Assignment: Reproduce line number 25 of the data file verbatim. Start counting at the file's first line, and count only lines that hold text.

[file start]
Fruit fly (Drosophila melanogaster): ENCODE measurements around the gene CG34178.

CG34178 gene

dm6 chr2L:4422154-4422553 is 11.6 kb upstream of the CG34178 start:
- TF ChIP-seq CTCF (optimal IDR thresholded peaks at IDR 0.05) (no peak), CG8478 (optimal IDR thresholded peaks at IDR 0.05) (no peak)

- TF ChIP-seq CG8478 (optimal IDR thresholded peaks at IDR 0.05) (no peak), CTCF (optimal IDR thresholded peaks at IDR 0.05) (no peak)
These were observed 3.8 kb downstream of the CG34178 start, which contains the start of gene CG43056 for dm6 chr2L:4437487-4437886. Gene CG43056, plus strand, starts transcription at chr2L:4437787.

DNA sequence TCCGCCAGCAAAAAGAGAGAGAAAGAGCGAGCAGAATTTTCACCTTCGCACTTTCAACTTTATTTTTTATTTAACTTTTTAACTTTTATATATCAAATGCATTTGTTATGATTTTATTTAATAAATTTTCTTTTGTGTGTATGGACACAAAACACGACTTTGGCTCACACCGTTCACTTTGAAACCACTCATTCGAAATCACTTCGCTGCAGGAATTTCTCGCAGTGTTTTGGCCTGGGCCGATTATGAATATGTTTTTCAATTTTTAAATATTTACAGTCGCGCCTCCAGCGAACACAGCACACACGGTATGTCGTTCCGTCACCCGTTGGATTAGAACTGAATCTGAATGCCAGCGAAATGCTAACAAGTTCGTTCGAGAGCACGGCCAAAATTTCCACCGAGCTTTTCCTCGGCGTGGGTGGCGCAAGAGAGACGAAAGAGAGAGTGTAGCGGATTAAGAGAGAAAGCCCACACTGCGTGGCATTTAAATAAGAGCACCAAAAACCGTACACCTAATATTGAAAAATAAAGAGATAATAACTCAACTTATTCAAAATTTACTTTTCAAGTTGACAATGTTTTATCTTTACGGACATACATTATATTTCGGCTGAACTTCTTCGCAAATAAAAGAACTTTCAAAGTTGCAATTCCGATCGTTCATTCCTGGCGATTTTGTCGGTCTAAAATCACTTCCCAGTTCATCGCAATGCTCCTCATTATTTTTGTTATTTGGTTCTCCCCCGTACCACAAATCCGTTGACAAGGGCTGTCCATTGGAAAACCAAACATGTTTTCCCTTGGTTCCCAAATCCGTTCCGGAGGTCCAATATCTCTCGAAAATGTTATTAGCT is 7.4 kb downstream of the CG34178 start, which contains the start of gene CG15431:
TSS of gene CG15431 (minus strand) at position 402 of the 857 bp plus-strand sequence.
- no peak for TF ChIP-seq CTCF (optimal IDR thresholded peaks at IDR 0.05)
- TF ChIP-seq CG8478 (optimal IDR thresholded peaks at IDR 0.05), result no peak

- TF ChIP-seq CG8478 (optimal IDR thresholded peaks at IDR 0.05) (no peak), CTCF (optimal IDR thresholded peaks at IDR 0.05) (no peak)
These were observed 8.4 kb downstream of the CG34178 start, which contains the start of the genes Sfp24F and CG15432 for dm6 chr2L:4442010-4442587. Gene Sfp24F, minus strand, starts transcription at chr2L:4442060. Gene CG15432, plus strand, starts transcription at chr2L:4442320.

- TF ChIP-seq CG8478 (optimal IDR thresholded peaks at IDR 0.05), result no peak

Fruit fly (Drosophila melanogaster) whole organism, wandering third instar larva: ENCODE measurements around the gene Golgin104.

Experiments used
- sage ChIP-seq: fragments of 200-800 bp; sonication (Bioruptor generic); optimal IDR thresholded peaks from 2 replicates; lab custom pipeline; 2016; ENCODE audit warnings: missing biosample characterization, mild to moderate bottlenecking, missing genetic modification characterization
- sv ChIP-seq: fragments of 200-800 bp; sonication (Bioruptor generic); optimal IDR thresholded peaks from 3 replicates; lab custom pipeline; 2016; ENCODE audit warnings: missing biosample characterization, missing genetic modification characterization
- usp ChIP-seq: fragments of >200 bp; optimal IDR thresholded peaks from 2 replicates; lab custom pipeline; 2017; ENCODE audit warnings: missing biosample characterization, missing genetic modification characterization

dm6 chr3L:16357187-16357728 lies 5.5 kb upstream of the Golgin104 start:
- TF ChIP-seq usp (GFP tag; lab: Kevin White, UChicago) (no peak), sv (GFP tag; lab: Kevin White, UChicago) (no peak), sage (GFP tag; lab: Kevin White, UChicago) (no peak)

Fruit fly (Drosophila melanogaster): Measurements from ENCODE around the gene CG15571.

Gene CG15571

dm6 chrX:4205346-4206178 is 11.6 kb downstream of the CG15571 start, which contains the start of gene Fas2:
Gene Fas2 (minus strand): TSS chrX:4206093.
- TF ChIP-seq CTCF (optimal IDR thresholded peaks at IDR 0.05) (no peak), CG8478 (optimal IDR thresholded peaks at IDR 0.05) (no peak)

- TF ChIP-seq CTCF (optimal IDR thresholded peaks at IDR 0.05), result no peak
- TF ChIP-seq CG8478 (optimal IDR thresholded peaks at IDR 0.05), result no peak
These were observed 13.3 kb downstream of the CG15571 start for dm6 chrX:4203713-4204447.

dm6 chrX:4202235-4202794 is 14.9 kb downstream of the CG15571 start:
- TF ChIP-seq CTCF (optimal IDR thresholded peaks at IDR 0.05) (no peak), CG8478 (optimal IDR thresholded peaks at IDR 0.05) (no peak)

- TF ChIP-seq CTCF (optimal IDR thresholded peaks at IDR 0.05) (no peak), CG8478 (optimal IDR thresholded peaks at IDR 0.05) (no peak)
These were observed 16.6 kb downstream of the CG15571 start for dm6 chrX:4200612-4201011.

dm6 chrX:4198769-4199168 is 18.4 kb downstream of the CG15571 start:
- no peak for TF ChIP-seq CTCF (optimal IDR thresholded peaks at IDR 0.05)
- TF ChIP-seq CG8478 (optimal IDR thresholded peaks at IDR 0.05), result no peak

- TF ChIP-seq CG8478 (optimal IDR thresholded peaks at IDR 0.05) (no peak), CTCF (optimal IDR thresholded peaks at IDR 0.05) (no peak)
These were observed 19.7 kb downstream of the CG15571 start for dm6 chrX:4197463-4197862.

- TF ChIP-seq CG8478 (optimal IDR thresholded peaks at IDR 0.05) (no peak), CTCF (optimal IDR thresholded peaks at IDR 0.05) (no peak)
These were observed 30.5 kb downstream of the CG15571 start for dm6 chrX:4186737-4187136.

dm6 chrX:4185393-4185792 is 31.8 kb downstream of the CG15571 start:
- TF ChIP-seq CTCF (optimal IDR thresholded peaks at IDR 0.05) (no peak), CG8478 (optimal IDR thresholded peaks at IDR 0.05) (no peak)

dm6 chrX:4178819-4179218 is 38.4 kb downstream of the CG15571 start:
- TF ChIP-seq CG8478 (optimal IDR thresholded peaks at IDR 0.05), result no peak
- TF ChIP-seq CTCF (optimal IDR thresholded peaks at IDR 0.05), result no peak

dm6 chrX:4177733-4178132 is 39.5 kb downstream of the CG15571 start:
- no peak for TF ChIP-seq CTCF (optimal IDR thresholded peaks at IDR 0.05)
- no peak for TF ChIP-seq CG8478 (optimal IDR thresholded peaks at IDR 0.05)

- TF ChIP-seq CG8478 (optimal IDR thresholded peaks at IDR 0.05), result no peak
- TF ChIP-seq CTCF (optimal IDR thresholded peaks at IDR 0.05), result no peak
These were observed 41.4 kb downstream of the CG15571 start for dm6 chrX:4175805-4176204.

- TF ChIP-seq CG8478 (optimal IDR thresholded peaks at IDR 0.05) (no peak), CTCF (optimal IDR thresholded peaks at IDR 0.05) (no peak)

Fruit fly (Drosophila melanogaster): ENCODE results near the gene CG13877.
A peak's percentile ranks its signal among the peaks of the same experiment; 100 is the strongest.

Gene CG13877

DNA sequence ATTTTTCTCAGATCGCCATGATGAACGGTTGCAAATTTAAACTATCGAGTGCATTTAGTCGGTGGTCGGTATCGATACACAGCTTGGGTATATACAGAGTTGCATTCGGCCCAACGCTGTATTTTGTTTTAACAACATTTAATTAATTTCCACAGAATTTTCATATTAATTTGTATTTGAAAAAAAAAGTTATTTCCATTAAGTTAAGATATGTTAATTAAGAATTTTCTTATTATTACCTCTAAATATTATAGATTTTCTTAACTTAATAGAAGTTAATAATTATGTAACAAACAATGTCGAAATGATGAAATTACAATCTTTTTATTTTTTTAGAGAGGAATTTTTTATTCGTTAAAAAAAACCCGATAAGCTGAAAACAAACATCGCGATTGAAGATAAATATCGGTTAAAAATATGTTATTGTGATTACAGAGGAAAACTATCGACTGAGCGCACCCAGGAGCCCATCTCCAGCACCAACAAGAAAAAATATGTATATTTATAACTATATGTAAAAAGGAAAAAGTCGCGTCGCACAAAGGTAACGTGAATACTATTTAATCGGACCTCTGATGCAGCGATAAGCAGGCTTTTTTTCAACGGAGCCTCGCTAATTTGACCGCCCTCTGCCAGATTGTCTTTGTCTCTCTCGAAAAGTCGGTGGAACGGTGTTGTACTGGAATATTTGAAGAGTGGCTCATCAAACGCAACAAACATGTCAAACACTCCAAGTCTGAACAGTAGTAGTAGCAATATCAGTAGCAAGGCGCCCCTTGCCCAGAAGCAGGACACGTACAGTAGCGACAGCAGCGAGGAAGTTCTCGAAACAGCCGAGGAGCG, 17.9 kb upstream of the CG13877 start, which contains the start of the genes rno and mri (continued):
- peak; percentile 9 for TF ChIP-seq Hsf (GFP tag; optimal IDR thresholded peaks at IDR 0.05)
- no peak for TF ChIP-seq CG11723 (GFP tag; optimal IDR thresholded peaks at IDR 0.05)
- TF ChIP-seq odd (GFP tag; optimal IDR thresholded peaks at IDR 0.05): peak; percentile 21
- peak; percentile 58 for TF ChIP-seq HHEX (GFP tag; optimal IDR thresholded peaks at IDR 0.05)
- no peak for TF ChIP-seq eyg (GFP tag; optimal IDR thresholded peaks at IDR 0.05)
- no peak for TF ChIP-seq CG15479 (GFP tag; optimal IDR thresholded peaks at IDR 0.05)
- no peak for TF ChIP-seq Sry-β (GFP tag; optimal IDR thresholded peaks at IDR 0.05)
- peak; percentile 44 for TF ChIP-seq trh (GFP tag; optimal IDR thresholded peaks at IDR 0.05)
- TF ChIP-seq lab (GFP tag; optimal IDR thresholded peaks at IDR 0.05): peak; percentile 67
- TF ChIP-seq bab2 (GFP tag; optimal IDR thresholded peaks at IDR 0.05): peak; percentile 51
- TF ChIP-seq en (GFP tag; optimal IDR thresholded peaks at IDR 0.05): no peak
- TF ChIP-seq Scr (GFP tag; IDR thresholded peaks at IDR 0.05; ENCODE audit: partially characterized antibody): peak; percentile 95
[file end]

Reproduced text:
- TF ChIP-seq CTCF (optimal IDR thresholded peaks at IDR 0.05) (no peak), CG8478 (optimal IDR thresholded peaks at IDR 0.05) (no peak)